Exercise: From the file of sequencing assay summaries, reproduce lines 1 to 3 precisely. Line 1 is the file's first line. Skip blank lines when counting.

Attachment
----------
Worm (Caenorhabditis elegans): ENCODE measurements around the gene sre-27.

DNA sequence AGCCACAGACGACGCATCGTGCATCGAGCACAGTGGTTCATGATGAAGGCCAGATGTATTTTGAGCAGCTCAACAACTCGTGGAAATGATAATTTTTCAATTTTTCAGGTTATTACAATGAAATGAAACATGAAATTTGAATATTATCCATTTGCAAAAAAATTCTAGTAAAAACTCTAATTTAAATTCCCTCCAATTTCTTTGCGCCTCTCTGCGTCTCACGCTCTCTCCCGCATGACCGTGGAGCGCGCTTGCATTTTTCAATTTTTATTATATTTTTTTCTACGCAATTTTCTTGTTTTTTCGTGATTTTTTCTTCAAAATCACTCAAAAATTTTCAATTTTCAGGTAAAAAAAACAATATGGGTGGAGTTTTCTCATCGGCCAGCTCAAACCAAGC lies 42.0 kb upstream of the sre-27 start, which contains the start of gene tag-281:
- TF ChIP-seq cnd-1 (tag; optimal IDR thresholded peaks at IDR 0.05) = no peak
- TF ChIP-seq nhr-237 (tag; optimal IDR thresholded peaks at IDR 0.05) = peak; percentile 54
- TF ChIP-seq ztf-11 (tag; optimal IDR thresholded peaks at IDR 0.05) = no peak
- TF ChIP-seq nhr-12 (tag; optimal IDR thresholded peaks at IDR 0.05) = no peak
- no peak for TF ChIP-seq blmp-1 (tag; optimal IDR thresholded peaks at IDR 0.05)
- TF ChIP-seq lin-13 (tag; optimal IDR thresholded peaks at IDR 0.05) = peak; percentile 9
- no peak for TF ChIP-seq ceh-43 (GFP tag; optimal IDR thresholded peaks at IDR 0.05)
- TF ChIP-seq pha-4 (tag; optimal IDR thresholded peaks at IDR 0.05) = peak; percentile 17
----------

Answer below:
Worm (Caenorhabditis elegans): ENCODE measurements around the gene sre-27.

DNA sequence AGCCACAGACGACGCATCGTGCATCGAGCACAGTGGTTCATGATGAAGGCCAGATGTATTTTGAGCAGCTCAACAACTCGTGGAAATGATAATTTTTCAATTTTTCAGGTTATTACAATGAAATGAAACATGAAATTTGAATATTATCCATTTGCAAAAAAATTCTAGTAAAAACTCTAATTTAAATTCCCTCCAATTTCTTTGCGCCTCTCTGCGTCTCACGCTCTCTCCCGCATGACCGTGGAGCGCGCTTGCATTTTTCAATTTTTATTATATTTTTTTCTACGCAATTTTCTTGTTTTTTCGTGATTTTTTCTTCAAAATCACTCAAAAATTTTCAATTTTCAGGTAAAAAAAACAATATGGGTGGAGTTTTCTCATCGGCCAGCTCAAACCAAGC lies 42.0 kb upstream of the sre-27 start, which contains the start of gene tag-281:
- TF ChIP-seq cnd-1 (tag; optimal IDR thresholded peaks at IDR 0.05) = no peak